Imran Khan ally blames Pakistan prime minister of being behind shooting


Former Pakistani prime minister Imran Khan has accused the current leader Shehbaz Sharif and senior officials of being behind a conspiracy to assassinate him, a top ally said, as political tensions in the country run high following an attack on the popular ex-leader.

Khan, 70, who was ousted as prime minister in a no-confidence vote in April, was shot multiple times in the leg After an attacker opened fire at his open-top truck during a march on Thursday.

Asad Umar, secretary-general of Khan’s Pakistan Tehreek e Insaf (PTI) party, said the former cricket captain made the accusations in a meeting at his hospital following the shooting, according to a video released by the PTI.

Khan said he believed Sharif, interior minister Rana Sanaullah and Major General Faisal Naseer, a senior military official, were involved in the attack on him, according to Umar. He did not provide evidence for the allegations.

Khan also said that PTI supporters should take to the streets in protest until the three resign, Umar added.

“The demand is that these three must be removed,” Umar said. “Otherwise there will be nationwide protests.”

Pakistan’s civilian and military leadership all deny the claims and have condemned the attack against Khan. Sharif on Thursday ordered an interior ministry report into the incident. “I pray for the recovery and health of the PTI chair and other injured people,” the prime minister said. The military have also put out a statement condemning the attack.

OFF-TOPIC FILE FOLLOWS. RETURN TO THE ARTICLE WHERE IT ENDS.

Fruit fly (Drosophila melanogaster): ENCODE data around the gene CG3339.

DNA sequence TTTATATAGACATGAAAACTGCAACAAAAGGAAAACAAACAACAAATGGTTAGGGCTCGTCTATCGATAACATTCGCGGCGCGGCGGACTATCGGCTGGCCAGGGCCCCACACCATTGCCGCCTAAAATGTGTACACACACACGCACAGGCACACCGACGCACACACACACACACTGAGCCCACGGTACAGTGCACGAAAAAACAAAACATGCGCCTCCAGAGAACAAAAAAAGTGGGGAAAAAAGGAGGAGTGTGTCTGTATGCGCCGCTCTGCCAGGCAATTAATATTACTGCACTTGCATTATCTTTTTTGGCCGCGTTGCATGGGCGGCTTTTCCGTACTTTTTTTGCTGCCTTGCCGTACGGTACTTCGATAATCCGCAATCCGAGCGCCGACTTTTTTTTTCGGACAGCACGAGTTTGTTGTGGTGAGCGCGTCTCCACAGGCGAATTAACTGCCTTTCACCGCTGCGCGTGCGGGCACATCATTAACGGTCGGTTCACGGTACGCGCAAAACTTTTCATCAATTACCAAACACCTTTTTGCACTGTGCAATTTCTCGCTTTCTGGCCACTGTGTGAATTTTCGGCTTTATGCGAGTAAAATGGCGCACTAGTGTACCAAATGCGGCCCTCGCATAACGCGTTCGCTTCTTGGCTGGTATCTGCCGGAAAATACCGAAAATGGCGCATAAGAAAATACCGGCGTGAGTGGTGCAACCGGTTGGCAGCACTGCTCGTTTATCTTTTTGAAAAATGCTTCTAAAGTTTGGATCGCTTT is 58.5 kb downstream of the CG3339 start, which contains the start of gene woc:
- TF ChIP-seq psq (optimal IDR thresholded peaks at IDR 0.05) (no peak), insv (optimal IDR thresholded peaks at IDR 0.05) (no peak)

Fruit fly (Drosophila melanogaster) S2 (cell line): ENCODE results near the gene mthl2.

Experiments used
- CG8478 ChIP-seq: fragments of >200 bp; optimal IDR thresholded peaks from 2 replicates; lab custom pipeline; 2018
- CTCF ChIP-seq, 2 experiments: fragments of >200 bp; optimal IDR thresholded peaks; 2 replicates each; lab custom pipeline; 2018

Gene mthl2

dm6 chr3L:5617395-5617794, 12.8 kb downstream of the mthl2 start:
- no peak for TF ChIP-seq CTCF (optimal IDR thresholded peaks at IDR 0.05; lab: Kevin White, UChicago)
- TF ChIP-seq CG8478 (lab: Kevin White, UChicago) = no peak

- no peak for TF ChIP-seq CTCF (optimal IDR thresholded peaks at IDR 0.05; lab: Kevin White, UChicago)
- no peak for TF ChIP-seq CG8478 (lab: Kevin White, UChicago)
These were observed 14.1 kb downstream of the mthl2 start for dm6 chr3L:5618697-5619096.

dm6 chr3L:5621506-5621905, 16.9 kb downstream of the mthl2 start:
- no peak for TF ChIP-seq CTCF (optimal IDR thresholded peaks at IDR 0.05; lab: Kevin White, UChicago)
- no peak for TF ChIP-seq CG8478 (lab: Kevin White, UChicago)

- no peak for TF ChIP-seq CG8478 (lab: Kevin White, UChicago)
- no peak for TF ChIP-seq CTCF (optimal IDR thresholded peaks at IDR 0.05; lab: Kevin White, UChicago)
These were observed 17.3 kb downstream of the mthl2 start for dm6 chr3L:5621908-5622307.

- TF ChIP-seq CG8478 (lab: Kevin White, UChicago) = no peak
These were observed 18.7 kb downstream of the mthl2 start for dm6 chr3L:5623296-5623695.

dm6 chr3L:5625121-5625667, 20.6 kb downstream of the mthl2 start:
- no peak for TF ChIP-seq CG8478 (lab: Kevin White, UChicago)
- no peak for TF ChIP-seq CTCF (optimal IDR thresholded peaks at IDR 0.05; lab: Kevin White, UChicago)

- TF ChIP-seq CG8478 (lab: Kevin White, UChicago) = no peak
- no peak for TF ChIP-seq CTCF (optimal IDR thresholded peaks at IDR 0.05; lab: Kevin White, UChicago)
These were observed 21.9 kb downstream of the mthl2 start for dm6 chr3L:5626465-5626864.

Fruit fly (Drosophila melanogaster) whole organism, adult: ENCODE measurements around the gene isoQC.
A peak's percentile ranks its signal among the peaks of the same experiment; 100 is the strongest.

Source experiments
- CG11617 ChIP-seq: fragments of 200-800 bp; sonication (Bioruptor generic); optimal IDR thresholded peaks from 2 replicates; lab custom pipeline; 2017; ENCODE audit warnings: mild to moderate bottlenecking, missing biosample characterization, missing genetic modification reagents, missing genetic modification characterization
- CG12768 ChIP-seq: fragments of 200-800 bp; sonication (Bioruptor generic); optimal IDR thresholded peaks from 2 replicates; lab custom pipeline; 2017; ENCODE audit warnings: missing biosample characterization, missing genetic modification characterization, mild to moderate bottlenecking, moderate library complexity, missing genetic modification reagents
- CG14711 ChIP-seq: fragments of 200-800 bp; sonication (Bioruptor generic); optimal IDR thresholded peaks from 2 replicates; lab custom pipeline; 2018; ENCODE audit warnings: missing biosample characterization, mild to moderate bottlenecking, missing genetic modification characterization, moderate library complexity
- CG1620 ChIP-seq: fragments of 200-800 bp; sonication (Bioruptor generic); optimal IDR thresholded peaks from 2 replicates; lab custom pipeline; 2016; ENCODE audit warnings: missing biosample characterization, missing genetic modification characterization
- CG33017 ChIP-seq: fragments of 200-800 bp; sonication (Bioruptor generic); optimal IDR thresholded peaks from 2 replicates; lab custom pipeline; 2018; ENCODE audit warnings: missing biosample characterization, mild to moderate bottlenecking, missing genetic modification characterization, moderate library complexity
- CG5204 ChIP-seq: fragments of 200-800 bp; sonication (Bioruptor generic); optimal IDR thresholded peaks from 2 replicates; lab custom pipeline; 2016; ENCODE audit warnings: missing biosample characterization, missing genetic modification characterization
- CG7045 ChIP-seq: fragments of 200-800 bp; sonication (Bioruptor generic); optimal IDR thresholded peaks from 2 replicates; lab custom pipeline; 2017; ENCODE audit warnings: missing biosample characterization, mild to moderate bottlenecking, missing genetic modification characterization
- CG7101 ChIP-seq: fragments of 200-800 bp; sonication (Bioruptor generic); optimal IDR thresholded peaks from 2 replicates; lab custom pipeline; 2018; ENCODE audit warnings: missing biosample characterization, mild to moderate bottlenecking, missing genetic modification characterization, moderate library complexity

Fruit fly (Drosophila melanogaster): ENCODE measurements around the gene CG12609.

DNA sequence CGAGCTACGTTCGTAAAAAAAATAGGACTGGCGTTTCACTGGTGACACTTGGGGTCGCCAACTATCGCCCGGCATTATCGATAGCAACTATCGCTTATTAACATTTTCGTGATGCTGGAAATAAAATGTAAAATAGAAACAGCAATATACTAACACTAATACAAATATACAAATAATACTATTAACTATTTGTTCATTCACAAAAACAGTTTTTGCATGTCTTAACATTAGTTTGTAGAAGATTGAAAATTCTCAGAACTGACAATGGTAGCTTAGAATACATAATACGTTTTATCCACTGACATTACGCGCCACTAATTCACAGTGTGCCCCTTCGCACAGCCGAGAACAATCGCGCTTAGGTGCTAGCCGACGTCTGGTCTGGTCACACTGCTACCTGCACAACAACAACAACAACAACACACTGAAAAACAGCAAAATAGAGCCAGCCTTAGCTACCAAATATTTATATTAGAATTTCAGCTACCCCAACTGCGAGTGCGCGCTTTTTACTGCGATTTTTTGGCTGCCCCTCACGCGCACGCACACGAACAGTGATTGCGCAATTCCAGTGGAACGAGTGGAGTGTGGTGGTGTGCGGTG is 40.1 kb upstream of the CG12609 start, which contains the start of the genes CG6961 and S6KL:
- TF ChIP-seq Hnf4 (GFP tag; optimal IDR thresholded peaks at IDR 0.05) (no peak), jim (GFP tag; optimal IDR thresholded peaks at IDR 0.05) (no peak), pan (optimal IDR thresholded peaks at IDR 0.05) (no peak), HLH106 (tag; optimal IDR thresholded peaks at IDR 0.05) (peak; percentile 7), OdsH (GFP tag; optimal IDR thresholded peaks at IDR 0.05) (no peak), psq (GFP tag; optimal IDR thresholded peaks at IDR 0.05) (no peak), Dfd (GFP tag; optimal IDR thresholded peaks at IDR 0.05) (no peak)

A suspect has been arrested, and in a widely circulated video released by the police, the alleged assailant confesses to trying to kill Khan for “misleading” the people, adding that he acted alone.

Mian Aslam Iqbal, another senior PTI official who appeared in the video with Umar, said the party would file a police complaint against Sharif and other administration leaders. PTI supporters demonstrated overnight following the attack.

The allegations were made in a February atmosphere in Pakistan, where a long history of deadly attacks on leaders has fueled concerns of potential for further violence. Former prime minister Benazir Bhutto was assassinated by a suicide bomber in 2007.

“The fear was that this would lead to an outbreak of violence,” said Azeema Cheema, a director at Verso Consulting. “Neither the civilian government nor military establishment will escape public blame and criticism for this attack, regardless of the facts about who perpetuated it.”

Pakistan’s media regulator barred TV channels from broadcasting Umar’s comments on Thursday night, alleging that it was “prejudicial to maintenance of law and order” and prejudged the outcome of the investigation, according to the country’s Dawn newspaper.

Khan’s popularity has surged since he was ousted as prime minister in April, with his relentless criticism of Sharif’s government striking a chord at a time of economic crisis. Khan and his party also engaged in a rare stand-off with Pakistan’s military, with figures from both sides criticizing each other in public.

Khan launched a march last Friday through Punjab, Pakistan’s largest province by population, to the capital of Islamabad to rally enough support to topple Sharif as prime minister and force early elections.

“As Pakistan’s political divide has sharpened over time, Pakistan’s political rivals have increased their hatred against each other,” said Hasan Askari Rizvi, a political analyst. “This message of hatred has spread across society.”



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